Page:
A hike to the top via Moongate

loading The viaduct.

Why take the train when you can hike?

Every hiker in Penang feels the irresistible urge at some point to climb to the highest point in Penang, and so they embark on one of the many routes leading to the summit of Penang Hill. At 735m above sea level, this is not in actual fact the highest point on the island; this accolade goes to Western Hill, which rises 833m above sea level. Western Hill is about a mile along the Summit Road from Penang Hill, but it is the site of an off-limits military radar station.

But don’t lose heart. If you are a height junky, the Penang Forest Hill Challenge from Teluk Bahang to Penang Hill enables you to pass close to the top of Western Hill, at an altitude of around 805m.

There are many, many paths to the top of Penang Hill. The shortest is the jeep track, a 5km road starting just outside the entrance to the Penang Botanic Gardens. It is a tarmac road, steep and boring because having trees on either side means that there are no views. The road is shared by bicycles, motorbikes and jeeps as well as pedestrians, making it noisy and occasionally dangerous. It is tiring and tedious, but will take you only around two hours to complete.

Slightly less boring, but very hard on the knees, is the newly built “Heritage Trail”, which consists of concrete steps following the course of the funicular train from Air Itam. Believe me, there are much, much more interesting and enjoyable ways to climb Penang Hill.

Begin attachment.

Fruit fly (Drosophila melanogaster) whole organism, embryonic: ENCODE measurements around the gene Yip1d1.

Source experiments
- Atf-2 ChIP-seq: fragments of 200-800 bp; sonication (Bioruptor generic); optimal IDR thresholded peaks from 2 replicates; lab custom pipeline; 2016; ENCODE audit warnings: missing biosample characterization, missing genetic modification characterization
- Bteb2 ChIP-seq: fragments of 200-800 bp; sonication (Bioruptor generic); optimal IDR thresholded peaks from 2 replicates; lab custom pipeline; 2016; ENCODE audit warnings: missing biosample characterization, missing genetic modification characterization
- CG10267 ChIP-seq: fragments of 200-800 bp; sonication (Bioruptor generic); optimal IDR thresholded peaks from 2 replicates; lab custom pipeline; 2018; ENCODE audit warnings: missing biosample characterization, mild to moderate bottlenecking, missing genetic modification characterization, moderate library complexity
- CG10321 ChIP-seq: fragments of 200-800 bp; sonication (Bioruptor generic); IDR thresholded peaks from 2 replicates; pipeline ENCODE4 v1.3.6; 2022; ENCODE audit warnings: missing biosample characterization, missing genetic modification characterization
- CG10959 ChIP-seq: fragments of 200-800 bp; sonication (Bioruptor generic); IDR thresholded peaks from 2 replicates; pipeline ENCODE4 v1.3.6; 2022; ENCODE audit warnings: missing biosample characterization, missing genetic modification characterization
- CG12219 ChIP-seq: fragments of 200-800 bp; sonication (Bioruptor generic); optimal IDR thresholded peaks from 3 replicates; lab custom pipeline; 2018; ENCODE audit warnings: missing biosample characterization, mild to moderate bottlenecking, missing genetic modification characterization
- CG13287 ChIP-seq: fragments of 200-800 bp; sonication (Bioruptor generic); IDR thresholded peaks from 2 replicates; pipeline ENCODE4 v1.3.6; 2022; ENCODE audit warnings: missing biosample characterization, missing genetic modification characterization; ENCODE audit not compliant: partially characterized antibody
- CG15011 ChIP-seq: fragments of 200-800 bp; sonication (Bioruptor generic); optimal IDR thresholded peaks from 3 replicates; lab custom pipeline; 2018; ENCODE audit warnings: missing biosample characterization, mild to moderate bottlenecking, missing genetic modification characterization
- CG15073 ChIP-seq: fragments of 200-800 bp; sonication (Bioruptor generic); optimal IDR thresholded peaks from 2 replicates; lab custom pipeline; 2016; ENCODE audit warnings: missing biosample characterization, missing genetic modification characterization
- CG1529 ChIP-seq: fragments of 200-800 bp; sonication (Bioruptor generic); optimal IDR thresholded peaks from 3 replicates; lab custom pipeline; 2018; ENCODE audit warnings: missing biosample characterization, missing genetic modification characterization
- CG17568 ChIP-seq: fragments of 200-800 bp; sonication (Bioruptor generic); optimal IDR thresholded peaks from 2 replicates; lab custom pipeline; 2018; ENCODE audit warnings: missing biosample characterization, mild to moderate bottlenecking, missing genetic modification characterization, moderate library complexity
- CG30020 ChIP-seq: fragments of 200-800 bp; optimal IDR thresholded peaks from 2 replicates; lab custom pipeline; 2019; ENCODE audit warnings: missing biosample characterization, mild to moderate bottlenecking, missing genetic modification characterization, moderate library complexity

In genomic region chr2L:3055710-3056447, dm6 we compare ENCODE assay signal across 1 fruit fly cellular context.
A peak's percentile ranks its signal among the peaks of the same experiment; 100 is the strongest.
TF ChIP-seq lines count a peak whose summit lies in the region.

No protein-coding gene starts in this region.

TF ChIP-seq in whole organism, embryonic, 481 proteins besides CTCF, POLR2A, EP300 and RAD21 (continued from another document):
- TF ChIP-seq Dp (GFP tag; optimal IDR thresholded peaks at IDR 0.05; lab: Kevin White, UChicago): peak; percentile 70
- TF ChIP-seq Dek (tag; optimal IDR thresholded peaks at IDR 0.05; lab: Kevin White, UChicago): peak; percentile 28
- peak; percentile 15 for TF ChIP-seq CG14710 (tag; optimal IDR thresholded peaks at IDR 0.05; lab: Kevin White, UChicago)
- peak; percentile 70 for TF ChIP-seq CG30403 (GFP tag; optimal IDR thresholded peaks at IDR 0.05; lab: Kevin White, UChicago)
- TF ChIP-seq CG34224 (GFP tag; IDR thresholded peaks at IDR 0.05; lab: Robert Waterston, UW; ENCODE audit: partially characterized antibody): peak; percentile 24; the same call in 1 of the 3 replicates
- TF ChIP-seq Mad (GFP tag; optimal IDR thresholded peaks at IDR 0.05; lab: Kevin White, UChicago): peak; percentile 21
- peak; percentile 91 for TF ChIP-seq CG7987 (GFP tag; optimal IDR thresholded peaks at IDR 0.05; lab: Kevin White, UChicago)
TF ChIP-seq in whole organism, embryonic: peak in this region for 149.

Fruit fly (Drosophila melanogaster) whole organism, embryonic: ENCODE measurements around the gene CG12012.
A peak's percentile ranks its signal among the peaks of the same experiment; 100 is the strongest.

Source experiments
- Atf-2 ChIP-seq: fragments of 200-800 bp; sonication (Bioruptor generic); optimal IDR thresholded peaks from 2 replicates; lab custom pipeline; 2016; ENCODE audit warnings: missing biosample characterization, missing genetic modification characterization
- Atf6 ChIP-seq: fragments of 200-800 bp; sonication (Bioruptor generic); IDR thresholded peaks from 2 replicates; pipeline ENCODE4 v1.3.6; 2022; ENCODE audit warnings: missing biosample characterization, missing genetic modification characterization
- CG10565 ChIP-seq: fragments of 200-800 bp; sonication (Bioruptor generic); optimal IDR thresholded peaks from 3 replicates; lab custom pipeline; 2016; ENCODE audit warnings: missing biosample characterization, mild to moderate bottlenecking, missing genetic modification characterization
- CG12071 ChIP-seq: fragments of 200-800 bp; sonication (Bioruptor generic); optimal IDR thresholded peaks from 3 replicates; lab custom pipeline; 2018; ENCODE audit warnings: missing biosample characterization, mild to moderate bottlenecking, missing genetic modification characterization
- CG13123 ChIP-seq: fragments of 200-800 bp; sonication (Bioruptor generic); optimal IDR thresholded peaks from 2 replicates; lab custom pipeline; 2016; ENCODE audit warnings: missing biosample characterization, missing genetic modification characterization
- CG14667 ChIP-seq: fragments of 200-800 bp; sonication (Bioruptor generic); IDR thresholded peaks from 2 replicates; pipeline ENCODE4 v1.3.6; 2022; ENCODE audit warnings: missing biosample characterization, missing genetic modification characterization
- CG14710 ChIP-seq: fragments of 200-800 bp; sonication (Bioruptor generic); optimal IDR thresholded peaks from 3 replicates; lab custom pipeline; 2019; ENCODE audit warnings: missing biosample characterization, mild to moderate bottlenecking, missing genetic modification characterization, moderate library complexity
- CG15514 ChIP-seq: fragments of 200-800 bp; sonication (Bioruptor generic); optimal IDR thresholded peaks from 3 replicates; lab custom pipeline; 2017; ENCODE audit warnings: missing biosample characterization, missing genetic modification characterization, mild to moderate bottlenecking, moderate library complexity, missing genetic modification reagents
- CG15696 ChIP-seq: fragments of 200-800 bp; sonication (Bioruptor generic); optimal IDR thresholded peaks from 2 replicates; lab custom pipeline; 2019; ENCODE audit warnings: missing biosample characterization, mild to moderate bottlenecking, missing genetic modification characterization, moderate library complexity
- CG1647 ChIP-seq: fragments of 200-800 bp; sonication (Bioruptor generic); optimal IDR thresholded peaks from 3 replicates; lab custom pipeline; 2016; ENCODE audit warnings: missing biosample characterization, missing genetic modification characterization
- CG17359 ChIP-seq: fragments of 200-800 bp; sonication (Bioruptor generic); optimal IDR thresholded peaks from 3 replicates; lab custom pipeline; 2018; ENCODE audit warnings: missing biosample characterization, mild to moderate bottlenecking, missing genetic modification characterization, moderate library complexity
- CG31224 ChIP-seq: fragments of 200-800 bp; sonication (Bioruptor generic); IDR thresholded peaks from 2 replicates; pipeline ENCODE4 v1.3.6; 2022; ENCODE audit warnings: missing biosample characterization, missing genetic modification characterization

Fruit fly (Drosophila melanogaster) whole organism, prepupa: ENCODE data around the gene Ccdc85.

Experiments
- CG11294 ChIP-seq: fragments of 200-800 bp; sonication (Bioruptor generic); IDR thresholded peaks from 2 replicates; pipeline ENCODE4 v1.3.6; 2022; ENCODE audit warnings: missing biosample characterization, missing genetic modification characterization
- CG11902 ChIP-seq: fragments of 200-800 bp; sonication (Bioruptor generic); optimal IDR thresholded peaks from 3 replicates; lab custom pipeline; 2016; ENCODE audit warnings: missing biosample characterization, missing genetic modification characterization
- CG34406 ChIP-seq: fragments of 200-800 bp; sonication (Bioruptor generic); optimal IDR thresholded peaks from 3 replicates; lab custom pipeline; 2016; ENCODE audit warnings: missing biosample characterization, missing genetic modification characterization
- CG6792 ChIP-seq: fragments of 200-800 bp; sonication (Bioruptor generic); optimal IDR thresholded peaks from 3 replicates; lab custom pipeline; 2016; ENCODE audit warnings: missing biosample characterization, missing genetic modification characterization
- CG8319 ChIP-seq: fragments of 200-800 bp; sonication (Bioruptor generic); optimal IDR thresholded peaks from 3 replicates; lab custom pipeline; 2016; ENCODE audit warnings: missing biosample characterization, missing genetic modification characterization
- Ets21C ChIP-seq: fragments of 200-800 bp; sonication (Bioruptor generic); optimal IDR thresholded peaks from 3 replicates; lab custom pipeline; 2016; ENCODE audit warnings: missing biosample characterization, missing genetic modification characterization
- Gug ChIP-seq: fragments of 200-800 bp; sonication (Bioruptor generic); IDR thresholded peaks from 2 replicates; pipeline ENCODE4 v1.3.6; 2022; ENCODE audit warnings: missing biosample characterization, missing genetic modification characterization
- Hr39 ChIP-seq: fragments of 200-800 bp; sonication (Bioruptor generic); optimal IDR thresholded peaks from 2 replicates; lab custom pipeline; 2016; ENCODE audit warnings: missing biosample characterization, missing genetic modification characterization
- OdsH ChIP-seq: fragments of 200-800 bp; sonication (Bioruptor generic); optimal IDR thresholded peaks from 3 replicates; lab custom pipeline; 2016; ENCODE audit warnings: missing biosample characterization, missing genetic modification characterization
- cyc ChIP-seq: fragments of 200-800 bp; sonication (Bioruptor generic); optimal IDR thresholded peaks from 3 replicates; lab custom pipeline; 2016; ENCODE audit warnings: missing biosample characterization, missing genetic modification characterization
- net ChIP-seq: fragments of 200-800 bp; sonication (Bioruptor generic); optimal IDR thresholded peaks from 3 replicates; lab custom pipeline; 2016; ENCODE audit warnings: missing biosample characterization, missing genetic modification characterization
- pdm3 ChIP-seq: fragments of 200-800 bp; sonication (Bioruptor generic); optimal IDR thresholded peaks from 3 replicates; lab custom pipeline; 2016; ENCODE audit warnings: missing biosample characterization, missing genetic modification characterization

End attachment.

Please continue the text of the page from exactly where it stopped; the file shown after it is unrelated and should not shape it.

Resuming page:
Many of these alternate trails snake their way through jungle. You can reach the top of the Hill on trails that start at various locations far and near, including Air Itam Dam, Tanjung Bungah, Balik Pulau and even Batu Feringghi.

Outdoor gym at Rest Stop 5.

The trail I describe here is easy to follow, and though challenging in places, is not much longer than taking the jeep track. We began at Moongate, which is a circular stone gateway along Jalan Kebun Bunga, on the left hand side of the road on the approach to the Penang Botanic Gardens. It was formerly the entrance to the grounds of the 19th century country house of Cheah Chen Eok, the Penang millionaire best known for building the Queen Victoria Memorial clock tower at the Esplanade to commemorate her Diamond Jubilee.

On the jungle side of Moongate is a stone path. Here we turned left and took the steps up the Hill. The steps are broad, shallow and well-shaded, and took us about 35 minutes to climb. We joined the wide, flat trail that brought us to Rest Stop 5, a popular morning and evening destination for fitness enthusiasts who use the outdoor gym after completing their climb. Here, we were invited to enjoy a cup of tea or water to refresh ourselves.

Passing through the rest stop and continuing straight on and up, we took the trail leading to Rest Stop 84. It skirted the side of the Hill and in places gave us magnificent views over George Town and Air Itam. The upward slopes are generally gentle and in places the trail is downhill. After about 30 minutes we reached Rest Stop 84, which is currently under reconstruction following a landslide. Rest Stop 84 apparently is the location of the former “Halfway House”, James Scott’s Penang Hill residence. The house is no longer there though.

Crossing a crevice.